I have Americana, my first comment concerns the release in mid-july of the blue ray version with bonus material why 4 weeks later?. I accept it's a fine record with Neil enjoying himself not much to dislike although it does tend to become a little indulgent. For another day I guess, why release these covers when we still wait for TFA and the truly great songs from the 70s that have never been released? Is it a record I'll return to in a few weeks?....sorry no.

At 6/02/2012 03:57:00 PM, Blogger BecauseSoundMatters said...

That is a very nice observation by Peter D.

The movie at the gallery isn't art at all, that's just Neil having fun and looking for a way to deal with these fantastic paintings by Mr. Shepard Fairy.
Reproductions should have been included with the album as postcards like these guys from the sixties did for their White Album.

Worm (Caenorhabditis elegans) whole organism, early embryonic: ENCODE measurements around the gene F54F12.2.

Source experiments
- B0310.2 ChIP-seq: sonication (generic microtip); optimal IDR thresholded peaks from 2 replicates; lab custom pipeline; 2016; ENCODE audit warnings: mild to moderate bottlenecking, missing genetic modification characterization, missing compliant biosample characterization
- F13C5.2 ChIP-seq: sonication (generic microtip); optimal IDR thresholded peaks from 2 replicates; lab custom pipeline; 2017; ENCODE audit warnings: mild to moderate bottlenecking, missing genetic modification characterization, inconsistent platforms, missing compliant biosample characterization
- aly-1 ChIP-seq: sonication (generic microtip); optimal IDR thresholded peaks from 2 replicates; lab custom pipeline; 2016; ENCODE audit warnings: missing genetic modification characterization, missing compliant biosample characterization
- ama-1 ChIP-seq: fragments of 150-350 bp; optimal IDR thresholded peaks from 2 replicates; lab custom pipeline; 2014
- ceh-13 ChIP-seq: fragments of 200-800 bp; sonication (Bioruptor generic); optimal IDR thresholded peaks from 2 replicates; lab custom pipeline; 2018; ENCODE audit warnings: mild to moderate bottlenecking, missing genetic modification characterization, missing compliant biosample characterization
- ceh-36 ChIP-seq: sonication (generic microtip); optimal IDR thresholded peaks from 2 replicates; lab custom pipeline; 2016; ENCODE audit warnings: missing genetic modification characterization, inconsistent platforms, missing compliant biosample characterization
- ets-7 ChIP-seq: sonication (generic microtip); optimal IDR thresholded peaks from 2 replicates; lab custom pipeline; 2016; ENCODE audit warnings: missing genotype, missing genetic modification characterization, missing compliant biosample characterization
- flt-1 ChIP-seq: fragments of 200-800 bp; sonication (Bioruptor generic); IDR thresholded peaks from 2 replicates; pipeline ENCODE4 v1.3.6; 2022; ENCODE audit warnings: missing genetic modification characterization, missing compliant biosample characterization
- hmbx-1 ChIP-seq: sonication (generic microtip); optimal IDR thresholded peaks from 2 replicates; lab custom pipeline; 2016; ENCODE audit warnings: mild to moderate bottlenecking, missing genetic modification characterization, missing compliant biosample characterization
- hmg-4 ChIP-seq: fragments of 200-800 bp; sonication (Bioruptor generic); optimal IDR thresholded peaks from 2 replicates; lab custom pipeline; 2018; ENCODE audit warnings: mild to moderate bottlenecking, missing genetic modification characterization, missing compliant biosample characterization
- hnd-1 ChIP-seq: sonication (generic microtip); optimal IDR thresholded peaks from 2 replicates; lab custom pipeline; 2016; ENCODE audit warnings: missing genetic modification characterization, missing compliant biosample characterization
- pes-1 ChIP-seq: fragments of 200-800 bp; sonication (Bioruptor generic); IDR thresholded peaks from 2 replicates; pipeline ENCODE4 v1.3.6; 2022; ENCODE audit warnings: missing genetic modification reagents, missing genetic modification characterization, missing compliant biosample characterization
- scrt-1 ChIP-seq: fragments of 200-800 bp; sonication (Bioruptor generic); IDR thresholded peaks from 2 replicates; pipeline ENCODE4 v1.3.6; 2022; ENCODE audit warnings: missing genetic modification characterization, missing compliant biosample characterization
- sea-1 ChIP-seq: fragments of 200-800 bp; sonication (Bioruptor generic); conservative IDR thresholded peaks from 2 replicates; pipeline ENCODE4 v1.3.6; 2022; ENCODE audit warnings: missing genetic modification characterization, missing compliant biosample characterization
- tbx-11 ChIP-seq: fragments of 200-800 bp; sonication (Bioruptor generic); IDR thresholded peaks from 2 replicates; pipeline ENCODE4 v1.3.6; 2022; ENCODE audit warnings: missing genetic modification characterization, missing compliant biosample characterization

I have Americane too. Oh, No, No, No, sorry, I have 15 percent of Americana. After listening to these mp3 files for about a week I have to say that a cd never sounded better.

First impression: there's not one song by the best songwriter in the history of popular music on this album.

At 6/02/2012 07:03:00 PM, Blogger Tweck9 said...

Great observation, definitely. A very quality assessment, Peter D., thanks for your contributions.

I feel the need to agitate regarding the use of various terms.

I do understand what you mean, or at least interpret it, process it and derive my own meaning. In a sense Life transcends mere Art.

But I must say that there are very fine lines between life, art, and to borrow from one of SONY's comments, "expression".

In this case, I see no difference between the three. It's all kind of the same to me. There's a medium being worked with, and film being an art-form, I guess I have a pedantic urge to call it technically art at the very least.

I mean, we can argue about the definition of art, and whether a particular expression constitutes art, but in the end I suppose the argument itself is a little pointless.